Time once again to talk about time
Last month, we once again changed the clocks and fell back an hour.
Contrary to popular opinion that daylight saving time was for farmers, it was first established in the United States in 1918 as a wartime measure to conserve electricity. I am absolutely for finding ways to conserve energy. That is one of the reasons I would like to explore an end to changing the clocks and to stay on daylight saving time.
In 2015 I introduced Senate Bill 99, which would have ended the time change and establish a single time on which to stay. After hearing from many people, the overwhelming majority, wanted to stay on daylight saving time. This would obviously affect other states. Since introducing SB 99, many other surrounding states have introduced similar legislation.
I have been in contact with legislators in California and Washington to work on this issue. Legislators from both sides of the aisle in those states have introduced legislation similar to mine. The impact of this legislation necessitates a need to reach across state lines and coordinate a plan as any state would have to first obtain approval from the feds before enacting any time change. My office is also reaching out to Montana, Idaho, Nevada, Wyoming, Colorado, New Mexico and Utah legislators. In each one of those sates, legislators have proposed legislation to end the time transition.
There are plenty of reasons to do away with the time change. What seems more controversial, is on what time to stay; daylight saving or standard time? If it were totally up to me, I would agree with the majority I heard from and prefer to keep the evenings longer like we already do for eight months of the year. That seems to be when most people are active.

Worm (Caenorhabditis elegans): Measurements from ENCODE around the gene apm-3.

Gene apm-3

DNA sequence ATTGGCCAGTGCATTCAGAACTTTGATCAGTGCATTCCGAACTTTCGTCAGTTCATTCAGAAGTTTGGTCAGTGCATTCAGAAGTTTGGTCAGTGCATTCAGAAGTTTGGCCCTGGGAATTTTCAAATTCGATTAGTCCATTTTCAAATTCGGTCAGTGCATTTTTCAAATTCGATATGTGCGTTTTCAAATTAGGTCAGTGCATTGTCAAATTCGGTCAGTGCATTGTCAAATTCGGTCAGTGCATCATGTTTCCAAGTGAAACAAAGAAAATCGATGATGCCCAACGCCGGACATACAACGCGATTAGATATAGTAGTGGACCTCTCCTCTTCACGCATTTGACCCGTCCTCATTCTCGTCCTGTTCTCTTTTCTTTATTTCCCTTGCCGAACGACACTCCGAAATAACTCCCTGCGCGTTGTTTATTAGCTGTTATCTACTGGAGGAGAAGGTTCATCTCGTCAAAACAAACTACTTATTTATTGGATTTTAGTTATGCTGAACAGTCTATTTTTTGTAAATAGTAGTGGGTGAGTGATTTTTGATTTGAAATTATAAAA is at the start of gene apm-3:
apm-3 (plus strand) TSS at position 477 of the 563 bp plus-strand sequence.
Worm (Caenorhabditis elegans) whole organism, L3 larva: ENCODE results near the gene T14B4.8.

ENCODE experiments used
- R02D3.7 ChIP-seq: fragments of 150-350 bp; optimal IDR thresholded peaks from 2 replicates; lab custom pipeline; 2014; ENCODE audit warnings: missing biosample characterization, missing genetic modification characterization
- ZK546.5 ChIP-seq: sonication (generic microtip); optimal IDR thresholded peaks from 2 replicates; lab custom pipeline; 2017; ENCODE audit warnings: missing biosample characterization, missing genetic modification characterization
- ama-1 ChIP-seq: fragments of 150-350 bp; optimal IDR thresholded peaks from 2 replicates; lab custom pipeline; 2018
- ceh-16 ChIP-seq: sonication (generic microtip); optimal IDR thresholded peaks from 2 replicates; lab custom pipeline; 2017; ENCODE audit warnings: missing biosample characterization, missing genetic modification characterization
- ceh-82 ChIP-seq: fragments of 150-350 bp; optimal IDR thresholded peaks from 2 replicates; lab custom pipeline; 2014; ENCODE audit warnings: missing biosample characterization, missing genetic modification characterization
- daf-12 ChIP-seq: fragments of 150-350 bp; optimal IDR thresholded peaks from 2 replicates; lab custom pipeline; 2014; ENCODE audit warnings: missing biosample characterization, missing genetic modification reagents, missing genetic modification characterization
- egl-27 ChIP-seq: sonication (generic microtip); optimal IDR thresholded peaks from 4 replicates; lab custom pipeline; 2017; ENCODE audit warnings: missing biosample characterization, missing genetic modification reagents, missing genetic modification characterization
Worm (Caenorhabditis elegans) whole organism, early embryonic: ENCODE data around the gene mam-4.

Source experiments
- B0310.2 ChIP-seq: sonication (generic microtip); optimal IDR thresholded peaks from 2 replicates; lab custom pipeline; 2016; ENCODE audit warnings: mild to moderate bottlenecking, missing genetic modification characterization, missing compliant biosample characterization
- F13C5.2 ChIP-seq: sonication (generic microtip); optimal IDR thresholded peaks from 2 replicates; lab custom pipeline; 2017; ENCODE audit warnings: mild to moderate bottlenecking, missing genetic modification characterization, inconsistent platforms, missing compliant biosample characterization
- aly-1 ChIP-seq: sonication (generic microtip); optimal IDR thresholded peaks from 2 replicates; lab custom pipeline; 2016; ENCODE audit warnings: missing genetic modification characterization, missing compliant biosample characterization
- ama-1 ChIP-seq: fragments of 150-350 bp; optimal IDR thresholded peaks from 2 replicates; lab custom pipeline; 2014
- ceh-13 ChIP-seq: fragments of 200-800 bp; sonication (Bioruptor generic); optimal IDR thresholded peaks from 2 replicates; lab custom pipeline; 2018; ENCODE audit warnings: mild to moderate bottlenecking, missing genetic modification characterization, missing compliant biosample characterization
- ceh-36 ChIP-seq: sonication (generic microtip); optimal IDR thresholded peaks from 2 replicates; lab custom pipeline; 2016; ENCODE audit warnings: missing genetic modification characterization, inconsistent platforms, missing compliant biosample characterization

An interesting way to visualize how the time change works is by clicking on this interactive map and entering the times you are typically asleep and awake (find this story at the newspaper's website for a link to the map). Though it only compares how many daylight hours under the scenario of either getting rid of daylight saving time or keeping the time switch as we have now.
I will continue to work on this in preparation for the 2019 legislative session and talk to other state legislators. What do you think about this? I would welcome any feedback or concerns. Thank you and I hope to hear from you soon.
Senator Kim Thatcher
Senate District 13
Capitol Phone: 503-986-1713
Capitol Address: 900 Court St. NE, S-307, Salem, Oregon 97301
Thatcher's district includes a swath of Washington County, including Sherwood and King City.